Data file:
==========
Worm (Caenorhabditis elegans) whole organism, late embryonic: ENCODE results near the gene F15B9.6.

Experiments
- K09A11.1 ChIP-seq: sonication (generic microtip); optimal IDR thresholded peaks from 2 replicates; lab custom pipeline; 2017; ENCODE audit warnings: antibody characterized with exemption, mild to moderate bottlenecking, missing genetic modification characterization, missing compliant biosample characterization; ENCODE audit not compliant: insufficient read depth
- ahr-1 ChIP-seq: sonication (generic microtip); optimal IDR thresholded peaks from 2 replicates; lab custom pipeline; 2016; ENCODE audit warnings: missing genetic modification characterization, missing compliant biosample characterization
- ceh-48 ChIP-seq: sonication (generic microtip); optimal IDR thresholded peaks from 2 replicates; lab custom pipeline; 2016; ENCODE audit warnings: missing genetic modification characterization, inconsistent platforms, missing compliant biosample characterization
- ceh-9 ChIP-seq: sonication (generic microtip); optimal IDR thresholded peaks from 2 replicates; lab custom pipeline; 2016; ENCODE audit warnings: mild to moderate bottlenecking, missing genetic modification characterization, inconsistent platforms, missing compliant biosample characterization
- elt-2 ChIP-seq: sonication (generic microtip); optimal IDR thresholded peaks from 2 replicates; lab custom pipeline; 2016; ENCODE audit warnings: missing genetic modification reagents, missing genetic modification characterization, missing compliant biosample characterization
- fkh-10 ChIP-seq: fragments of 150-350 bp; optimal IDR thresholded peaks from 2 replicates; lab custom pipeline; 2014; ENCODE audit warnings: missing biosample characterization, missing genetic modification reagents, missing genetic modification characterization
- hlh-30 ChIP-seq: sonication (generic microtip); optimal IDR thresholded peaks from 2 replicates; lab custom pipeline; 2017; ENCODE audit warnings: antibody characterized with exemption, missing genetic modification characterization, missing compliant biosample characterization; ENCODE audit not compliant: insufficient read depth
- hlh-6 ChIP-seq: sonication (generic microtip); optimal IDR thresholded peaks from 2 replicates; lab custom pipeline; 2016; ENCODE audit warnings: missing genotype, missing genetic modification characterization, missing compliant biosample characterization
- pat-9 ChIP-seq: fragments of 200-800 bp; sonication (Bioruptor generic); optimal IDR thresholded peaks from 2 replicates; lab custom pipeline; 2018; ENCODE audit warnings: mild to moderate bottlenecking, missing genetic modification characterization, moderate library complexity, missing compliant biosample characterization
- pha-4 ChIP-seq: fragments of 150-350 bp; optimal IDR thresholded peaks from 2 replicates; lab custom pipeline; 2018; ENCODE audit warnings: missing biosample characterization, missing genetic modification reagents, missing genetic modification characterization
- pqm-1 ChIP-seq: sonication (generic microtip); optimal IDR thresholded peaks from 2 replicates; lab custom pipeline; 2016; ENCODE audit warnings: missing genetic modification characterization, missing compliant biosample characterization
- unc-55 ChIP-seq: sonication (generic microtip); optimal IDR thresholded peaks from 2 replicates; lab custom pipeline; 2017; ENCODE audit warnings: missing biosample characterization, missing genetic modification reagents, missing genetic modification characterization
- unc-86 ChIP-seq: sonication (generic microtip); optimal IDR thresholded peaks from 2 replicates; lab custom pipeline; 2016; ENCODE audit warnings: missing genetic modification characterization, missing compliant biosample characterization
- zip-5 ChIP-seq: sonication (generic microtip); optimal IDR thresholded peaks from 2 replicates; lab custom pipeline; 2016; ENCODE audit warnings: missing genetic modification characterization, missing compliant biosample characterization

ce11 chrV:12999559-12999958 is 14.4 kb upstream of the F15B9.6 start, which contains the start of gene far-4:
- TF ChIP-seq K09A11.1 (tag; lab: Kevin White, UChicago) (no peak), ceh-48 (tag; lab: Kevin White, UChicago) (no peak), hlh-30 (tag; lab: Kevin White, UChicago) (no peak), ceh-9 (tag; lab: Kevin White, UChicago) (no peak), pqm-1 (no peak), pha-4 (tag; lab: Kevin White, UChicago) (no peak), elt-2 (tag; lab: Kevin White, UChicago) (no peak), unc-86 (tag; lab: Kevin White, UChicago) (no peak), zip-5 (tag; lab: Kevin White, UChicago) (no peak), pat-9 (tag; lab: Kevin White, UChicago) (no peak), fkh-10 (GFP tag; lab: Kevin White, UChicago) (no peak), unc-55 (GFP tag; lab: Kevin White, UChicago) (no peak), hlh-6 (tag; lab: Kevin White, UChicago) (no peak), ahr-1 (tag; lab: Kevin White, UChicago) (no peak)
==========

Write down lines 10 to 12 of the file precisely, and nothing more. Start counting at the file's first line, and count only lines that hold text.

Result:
- hlh-6 ChIP-seq: sonication (generic microtip); optimal IDR thresholded peaks from 2 replicates; lab custom pipeline; 2016; ENCODE audit warnings: missing genotype, missing genetic modification characterization, missing compliant biosample characterization
- pat-9 ChIP-seq: fragments of 200-800 bp; sonication (Bioruptor generic); optimal IDR thresholded peaks from 2 replicates; lab custom pipeline; 2018; ENCODE audit warnings: mild to moderate bottlenecking, missing genetic modification characterization, moderate library complexity, missing compliant biosample characterization
- pha-4 ChIP-seq: fragments of 150-350 bp; optimal IDR thresholded peaks from 2 replicates; lab custom pipeline; 2018; ENCODE audit warnings: missing biosample characterization, missing genetic modification reagents, missing genetic modification characterization